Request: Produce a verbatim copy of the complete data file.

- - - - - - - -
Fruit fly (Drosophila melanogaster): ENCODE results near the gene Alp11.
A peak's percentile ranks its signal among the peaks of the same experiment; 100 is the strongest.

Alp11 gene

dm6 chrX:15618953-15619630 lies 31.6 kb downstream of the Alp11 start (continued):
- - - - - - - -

Fruit fly (Drosophila melanogaster): ENCODE results near the gene Alp11.
A peak's percentile ranks its signal among the peaks of the same experiment; 100 is the strongest.

Alp11 gene

dm6 chrX:15618953-15619630 lies 31.6 kb downstream of the Alp11 start (continued):